There are fears that online rumors and misinformation could spark a wave of extremism across Bangladesh. In fact, there are worrying signs that it is already beginning. In early November, houses of Bangladeshi Hindus were destroyed and set on fire after one of their residents was accused of supporting France and defaming Islam on social media. A librarian was lynched and killed last month after he was accused of profaning the Quran. The Bangladesh Peace Observatory reported a worrying increase in attacks, police raids and arrests in the first nine months of 2020 compared to the same period in 2019.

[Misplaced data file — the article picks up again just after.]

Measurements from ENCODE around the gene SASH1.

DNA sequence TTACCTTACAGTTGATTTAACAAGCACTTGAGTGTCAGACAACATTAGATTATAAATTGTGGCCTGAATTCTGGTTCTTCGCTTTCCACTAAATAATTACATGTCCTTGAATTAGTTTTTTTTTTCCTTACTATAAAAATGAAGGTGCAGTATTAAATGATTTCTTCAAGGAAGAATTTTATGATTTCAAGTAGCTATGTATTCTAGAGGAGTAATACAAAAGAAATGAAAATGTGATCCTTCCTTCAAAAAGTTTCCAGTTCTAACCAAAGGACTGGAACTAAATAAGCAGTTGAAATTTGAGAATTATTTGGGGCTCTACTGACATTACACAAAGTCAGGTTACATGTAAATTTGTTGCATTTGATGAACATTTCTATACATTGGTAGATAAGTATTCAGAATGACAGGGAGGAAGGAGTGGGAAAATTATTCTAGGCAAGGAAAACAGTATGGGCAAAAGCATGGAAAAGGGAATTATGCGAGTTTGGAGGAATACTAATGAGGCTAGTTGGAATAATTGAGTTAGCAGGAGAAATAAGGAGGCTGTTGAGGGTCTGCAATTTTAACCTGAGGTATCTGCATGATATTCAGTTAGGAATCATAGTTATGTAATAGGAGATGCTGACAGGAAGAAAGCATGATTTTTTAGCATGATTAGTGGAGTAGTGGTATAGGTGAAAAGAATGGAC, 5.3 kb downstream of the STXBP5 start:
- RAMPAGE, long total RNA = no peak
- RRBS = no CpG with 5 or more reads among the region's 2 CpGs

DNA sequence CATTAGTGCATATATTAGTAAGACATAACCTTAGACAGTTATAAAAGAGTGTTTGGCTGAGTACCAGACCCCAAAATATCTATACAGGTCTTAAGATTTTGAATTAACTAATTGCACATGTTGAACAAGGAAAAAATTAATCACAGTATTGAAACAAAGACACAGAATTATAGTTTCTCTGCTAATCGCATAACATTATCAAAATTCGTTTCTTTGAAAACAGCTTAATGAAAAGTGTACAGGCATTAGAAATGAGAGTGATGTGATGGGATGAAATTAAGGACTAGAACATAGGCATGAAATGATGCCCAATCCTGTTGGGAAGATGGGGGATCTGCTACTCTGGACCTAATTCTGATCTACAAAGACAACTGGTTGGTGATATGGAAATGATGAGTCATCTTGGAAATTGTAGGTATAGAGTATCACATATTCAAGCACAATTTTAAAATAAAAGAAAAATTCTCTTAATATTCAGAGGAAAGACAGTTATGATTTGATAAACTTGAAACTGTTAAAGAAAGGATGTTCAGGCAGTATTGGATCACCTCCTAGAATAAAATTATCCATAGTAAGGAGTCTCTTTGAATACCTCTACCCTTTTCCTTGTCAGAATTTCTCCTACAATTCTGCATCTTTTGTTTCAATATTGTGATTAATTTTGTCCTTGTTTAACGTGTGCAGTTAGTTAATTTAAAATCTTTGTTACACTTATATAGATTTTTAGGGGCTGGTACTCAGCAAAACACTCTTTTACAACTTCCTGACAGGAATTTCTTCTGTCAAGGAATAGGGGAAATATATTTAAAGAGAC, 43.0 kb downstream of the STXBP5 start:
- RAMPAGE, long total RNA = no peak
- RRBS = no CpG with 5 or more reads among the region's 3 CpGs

Concerns about digital radicalization are hardly new. Some of the young men involved in the attack on the Holey Artisan Bakery were lively social media users and were actively distributing extremist content prior to the attack. You were also linked with other Bangladeshis living abroad, including one based in Canada, who helped plan and orchestrate the attack. Another convicted criminal involved in planning the strike was initially radicalized after watching videos made by Anwar al-Awalki, a prominent al-Qaida leader, and Jasimuddin Rhmani, an al-Qaeda affiliate Bangladeshi preacher, who later joined Islam, had been produced in the state.